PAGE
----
corporation, and what they got -- seeing cooperation, and what they got is expulsion. i think the kremlin will respond in kind. it has lost a bit more hope they can find a way to work with donald trump after so much of trump'sessed after mr. election. host: there is no shortage of superlatives for the game today. the s&p 500 making its biggest one-day gain since august 2015. u.s. stocks rebounding sharply from their biggest weekly selloff in two years. >> to a certain degree, what happened last week was the trade issues and broadening of trade. it was not just tariffs, it was the fear this would become more significant. it became to the point people were suggesting donald trump was no longer program, pro-business butro-growth, pro-business, part of the problem.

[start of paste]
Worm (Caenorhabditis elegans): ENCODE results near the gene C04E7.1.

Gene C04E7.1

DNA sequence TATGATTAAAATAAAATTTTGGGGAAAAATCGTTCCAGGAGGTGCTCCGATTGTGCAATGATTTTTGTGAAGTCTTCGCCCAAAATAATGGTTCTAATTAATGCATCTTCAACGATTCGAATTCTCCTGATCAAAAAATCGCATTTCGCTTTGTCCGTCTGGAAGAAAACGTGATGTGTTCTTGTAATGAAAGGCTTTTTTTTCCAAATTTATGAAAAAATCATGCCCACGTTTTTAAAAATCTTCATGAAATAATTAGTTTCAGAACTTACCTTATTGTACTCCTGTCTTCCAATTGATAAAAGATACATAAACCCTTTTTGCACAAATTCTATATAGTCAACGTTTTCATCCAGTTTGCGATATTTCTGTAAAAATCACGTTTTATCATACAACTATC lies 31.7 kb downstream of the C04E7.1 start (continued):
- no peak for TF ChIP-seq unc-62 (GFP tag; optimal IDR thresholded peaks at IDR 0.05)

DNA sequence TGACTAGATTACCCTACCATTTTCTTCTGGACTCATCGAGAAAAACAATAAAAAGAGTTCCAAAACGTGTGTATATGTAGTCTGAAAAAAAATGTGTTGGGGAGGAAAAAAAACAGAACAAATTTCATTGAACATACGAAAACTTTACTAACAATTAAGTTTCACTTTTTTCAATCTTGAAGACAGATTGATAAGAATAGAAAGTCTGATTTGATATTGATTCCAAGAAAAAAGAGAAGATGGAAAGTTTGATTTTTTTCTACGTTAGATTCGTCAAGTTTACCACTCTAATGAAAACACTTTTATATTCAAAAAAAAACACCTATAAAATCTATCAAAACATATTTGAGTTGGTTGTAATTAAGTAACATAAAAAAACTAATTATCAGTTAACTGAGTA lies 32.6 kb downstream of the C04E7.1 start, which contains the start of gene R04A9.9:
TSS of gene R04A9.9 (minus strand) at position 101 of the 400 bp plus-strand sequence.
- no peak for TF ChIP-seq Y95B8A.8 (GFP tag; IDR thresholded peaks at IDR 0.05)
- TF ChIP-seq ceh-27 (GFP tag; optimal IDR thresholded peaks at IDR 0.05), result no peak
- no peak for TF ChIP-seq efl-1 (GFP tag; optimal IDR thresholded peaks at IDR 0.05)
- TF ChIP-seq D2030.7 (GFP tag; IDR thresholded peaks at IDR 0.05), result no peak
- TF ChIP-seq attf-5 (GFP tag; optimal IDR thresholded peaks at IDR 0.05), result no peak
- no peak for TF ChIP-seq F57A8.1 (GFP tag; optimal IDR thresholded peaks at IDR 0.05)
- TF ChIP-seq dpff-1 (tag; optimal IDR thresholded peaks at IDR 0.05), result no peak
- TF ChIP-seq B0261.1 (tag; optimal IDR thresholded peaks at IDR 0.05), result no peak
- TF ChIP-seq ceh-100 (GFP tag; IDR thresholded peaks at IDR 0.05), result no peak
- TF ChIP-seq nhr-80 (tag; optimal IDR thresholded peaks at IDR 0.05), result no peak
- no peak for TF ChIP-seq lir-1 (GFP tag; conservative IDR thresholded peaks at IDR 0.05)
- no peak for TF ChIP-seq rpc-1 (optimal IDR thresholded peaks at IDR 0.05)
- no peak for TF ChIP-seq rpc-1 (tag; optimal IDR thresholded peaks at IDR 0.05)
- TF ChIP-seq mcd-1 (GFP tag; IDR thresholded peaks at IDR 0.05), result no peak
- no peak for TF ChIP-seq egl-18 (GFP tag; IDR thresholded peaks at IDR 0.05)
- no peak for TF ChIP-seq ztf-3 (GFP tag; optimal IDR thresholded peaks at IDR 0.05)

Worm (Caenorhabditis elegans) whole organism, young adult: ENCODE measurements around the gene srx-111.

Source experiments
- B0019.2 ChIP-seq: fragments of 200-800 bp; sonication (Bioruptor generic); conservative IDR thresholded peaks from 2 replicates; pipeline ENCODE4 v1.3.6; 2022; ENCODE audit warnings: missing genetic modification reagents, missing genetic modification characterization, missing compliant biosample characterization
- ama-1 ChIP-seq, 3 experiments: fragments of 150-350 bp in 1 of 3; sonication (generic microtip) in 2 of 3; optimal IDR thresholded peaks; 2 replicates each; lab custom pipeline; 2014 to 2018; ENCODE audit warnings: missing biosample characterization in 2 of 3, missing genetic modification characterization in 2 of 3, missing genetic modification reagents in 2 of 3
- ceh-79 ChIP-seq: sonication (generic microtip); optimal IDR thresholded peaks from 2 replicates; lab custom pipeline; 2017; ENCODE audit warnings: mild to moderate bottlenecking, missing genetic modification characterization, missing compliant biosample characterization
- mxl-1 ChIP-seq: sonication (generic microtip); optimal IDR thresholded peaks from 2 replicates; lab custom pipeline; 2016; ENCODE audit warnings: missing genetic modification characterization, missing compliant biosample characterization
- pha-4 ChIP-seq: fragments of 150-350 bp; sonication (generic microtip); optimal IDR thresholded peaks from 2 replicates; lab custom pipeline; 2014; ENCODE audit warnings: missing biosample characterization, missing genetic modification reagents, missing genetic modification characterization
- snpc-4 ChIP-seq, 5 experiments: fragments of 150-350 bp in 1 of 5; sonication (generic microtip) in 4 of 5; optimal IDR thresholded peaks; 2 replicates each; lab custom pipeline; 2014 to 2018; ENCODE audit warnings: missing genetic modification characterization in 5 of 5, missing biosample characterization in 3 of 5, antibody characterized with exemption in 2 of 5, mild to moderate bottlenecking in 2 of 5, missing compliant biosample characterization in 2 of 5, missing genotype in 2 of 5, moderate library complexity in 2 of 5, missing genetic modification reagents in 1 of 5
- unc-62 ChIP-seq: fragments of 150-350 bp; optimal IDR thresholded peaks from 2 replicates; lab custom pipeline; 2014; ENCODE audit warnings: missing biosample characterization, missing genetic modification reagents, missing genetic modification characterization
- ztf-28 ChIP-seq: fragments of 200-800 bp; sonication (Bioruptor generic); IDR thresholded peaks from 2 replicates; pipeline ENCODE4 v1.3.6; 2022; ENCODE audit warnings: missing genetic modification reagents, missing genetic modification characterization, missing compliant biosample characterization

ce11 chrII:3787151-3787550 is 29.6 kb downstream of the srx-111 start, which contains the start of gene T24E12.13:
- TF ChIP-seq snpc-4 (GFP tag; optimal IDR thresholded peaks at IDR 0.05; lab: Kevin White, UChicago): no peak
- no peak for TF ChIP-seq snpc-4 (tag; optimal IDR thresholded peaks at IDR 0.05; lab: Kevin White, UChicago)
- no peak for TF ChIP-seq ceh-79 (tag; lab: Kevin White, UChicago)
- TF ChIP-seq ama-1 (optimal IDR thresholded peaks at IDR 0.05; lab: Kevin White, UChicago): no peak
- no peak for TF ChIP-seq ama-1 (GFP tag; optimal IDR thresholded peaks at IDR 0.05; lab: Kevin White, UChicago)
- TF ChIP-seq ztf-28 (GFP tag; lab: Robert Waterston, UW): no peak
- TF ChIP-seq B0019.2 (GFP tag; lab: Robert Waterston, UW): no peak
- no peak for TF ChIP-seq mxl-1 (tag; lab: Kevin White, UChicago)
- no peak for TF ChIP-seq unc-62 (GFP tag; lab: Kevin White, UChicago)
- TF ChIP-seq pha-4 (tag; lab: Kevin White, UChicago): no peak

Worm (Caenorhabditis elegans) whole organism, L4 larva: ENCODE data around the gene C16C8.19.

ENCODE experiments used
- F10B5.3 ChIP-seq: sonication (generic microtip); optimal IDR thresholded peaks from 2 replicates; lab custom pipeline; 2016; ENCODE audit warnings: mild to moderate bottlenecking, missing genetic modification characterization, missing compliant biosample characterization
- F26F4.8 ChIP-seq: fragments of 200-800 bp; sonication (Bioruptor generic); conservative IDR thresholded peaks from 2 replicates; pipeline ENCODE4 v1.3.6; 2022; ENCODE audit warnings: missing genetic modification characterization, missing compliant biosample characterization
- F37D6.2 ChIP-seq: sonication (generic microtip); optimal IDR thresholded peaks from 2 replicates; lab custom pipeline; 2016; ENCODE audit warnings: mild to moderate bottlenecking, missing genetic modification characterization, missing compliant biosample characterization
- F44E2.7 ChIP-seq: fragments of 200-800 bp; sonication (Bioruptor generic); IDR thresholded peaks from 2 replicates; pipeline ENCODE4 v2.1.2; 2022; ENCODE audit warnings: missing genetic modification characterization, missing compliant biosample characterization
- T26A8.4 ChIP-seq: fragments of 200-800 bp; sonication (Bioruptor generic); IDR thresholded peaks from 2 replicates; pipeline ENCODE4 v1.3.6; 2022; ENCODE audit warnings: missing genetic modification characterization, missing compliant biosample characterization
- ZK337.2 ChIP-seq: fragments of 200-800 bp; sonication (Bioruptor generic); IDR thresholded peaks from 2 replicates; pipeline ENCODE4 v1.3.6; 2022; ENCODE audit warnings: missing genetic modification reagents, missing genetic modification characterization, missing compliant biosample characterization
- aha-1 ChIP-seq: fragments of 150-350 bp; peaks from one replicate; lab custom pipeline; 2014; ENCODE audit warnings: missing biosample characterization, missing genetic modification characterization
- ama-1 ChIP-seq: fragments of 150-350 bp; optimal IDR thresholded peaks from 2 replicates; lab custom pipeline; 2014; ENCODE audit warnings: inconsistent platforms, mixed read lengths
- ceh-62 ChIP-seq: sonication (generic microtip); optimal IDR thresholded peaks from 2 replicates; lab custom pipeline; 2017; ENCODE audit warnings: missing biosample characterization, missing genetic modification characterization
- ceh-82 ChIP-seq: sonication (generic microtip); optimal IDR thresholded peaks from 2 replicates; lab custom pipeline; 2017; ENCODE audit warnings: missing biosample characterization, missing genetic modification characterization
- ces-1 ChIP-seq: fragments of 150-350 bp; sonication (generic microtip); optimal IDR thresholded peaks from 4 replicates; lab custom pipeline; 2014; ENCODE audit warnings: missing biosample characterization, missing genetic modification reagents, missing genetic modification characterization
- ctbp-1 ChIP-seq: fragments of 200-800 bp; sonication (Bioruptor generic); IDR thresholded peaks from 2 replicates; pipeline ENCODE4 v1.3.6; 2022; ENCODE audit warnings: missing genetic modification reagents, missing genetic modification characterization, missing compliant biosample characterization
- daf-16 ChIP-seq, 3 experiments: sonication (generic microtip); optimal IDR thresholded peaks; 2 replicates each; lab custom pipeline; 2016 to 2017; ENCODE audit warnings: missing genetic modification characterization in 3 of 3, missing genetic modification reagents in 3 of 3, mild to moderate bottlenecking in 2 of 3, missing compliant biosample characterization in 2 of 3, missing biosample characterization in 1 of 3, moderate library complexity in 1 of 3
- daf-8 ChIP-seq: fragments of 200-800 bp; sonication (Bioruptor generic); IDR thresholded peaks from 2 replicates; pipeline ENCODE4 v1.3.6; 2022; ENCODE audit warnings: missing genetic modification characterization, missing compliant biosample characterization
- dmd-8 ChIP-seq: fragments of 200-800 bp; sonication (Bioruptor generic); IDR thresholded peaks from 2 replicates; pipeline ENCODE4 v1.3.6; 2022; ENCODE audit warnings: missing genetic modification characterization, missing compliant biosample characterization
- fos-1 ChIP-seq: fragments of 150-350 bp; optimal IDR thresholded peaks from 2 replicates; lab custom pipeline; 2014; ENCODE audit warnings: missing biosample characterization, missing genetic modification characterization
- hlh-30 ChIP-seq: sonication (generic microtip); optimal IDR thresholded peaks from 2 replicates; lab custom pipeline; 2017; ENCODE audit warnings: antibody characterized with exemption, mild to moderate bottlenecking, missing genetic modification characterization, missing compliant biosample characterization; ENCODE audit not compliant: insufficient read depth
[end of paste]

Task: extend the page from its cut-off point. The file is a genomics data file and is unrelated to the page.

then the headlines changed, the chinese are willing to work with americans on tariffs. >> asian stocks following the united states. remember those words from steve mnuchin, the u.s. trade secretary, he was hopeful a deal could be reached with china? president trump is trying to get the chinese to reduce tariffs, carving out the financial services industry. this is starting to look more like "the art of the deal." >> global indices back from the biggest weekly rout in two years. >> from this starting point today, equities can go higher before we get the next fullback. >> stocks lower into the close. the nasdaq down nearly 3%, whipping ba from the gamesck we